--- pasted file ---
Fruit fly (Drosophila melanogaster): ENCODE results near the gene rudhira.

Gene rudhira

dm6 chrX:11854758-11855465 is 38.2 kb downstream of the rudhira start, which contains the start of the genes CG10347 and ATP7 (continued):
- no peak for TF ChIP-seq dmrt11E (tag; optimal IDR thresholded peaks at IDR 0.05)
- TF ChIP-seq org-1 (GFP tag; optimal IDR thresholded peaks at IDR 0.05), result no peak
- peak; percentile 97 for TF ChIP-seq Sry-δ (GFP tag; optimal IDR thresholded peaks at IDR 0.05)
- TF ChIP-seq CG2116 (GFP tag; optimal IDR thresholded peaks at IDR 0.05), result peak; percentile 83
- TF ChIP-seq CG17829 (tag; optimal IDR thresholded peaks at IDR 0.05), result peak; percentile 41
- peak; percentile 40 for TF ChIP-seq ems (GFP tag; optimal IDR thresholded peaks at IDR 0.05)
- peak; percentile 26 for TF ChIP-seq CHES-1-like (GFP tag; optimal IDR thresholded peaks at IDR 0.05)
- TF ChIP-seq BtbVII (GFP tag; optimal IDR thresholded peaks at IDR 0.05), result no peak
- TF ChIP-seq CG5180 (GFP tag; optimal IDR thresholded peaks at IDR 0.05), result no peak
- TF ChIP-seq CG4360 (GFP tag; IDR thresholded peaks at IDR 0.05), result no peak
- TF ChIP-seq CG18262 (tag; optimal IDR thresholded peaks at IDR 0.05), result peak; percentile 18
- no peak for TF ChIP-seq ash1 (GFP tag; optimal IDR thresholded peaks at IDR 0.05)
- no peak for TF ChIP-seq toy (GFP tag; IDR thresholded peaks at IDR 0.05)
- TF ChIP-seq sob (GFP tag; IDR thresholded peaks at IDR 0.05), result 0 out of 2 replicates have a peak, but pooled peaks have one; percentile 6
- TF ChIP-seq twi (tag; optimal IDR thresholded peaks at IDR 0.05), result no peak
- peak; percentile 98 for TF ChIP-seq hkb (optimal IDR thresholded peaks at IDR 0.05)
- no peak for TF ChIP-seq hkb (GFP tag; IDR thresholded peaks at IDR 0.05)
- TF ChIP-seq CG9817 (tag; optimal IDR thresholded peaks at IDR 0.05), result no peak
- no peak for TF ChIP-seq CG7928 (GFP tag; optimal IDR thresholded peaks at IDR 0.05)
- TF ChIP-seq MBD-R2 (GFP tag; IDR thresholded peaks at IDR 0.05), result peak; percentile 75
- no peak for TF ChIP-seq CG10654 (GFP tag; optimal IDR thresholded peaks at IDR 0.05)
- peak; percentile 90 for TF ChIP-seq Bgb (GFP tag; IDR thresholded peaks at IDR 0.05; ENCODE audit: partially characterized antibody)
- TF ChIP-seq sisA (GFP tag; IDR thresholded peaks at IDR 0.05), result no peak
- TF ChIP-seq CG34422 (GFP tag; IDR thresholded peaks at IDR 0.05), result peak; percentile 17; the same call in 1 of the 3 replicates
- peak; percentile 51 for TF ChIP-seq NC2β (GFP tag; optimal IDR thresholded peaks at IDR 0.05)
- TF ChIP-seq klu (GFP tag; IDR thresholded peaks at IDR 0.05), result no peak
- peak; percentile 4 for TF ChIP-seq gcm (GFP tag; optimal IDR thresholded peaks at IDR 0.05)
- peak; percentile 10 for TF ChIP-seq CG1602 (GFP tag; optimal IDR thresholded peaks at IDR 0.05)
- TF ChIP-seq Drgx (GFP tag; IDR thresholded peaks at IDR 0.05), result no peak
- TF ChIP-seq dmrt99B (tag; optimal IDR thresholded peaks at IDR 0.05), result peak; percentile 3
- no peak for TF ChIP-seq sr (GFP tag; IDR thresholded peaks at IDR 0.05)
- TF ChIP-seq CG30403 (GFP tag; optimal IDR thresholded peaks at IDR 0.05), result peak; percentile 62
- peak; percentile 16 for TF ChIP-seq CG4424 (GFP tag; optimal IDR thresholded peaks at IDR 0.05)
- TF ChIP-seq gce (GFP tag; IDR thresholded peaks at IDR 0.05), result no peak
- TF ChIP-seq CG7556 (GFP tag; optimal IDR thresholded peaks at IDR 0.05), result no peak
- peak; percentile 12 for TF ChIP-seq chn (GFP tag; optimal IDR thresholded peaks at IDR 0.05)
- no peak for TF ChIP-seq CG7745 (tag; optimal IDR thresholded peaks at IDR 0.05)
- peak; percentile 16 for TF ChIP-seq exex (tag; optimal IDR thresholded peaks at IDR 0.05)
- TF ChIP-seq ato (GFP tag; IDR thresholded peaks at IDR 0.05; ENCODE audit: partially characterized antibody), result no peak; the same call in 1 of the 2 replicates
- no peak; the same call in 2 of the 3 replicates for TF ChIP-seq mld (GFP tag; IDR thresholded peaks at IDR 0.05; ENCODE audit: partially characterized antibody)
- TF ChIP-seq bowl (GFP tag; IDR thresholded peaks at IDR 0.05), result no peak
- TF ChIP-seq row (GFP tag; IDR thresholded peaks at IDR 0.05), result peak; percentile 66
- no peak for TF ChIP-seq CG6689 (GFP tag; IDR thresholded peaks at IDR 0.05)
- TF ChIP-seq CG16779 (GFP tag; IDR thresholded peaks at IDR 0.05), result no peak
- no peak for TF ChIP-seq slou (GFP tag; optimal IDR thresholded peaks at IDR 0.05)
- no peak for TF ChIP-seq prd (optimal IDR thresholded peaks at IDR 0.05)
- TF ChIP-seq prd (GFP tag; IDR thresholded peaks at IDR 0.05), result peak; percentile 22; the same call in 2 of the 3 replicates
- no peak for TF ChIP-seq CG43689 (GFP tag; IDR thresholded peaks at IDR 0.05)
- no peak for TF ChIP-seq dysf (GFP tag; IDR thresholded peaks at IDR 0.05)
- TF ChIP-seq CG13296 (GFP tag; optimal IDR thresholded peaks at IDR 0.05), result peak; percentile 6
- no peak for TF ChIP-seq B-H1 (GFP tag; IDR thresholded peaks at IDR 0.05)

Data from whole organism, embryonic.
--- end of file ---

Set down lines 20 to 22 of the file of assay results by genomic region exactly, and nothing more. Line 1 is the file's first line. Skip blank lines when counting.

- no peak for TF ChIP-seq hkb (GFP tag; IDR thresholded peaks at IDR 0.05)
- TF ChIP-seq CG9817 (tag; optimal IDR thresholded peaks at IDR 0.05), result no peak
- no peak for TF ChIP-seq CG7928 (GFP tag; optimal IDR thresholded peaks at IDR 0.05)